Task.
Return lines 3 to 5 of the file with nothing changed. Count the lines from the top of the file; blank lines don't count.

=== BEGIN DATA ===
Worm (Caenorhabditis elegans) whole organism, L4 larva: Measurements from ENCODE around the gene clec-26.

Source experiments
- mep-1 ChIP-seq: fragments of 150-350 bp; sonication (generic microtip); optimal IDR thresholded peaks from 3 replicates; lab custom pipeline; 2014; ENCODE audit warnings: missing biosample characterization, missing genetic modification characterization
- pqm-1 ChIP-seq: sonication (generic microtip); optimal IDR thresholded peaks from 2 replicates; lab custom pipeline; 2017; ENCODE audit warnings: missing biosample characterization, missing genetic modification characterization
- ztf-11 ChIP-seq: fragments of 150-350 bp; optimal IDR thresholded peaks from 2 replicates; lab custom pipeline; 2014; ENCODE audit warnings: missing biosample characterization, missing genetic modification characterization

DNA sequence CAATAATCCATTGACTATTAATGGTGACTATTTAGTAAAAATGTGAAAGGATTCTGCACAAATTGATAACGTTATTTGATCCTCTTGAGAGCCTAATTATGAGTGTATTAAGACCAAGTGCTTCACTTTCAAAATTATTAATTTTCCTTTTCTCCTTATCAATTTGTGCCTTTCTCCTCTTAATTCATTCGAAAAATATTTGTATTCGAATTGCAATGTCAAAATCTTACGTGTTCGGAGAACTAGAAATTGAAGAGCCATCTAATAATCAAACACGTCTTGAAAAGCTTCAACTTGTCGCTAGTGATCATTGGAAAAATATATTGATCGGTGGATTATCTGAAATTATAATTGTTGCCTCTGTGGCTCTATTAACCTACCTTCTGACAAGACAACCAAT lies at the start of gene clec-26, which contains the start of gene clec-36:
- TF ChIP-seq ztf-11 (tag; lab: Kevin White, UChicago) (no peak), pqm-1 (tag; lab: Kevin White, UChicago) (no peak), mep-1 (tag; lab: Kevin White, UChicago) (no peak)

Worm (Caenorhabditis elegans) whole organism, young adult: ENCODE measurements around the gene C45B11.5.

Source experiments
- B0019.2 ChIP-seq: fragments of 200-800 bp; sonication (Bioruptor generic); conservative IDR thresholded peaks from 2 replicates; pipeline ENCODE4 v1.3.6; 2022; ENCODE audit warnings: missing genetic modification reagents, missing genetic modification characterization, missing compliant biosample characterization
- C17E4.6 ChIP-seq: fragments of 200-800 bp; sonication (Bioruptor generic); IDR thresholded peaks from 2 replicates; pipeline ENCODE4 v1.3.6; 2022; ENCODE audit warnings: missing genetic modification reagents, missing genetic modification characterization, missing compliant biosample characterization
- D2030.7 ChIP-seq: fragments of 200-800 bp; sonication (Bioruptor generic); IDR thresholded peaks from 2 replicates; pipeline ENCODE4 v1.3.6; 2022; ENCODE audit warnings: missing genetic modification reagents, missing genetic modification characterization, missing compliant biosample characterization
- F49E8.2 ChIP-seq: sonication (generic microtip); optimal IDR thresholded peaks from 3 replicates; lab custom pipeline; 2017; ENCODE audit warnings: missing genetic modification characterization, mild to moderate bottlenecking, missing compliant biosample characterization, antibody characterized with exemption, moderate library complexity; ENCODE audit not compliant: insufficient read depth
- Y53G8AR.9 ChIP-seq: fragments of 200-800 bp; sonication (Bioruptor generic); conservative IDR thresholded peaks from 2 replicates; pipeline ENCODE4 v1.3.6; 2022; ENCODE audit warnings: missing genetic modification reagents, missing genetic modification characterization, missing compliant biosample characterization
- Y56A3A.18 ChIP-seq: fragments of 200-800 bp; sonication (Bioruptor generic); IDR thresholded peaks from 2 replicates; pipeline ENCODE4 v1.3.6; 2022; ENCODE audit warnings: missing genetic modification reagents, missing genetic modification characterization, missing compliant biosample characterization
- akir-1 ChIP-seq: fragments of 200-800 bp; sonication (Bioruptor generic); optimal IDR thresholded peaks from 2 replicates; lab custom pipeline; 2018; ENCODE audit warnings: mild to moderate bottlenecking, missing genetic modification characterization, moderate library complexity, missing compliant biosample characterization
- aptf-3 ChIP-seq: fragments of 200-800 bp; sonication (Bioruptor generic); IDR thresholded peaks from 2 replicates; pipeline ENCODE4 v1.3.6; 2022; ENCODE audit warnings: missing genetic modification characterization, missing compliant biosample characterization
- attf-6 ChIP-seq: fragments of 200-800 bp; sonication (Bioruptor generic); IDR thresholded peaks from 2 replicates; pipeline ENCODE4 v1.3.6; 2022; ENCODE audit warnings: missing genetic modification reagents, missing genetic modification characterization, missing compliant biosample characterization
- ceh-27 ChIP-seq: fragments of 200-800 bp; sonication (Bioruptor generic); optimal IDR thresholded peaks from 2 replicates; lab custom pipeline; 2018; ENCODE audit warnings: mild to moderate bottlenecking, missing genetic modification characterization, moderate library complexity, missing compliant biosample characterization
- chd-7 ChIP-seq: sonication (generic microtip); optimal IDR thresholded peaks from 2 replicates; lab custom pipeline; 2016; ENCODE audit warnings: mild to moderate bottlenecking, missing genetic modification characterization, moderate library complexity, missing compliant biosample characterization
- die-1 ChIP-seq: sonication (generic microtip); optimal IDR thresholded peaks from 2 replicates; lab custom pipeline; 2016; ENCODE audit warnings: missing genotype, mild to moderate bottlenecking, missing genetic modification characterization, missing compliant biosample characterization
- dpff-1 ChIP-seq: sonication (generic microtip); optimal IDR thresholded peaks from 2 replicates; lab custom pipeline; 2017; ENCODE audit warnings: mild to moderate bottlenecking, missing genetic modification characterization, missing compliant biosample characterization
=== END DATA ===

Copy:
- mep-1 ChIP-seq: fragments of 150-350 bp; sonication (generic microtip); optimal IDR thresholded peaks from 3 replicates; lab custom pipeline; 2014; ENCODE audit warnings: missing biosample characterization, missing genetic modification characterization
- pqm-1 ChIP-seq: sonication (generic microtip); optimal IDR thresholded peaks from 2 replicates; lab custom pipeline; 2017; ENCODE audit warnings: missing biosample characterization, missing genetic modification characterization
- ztf-11 ChIP-seq: fragments of 150-350 bp; optimal IDR thresholded peaks from 2 replicates; lab custom pipeline; 2014; ENCODE audit warnings: missing biosample characterization, missing genetic modification characterization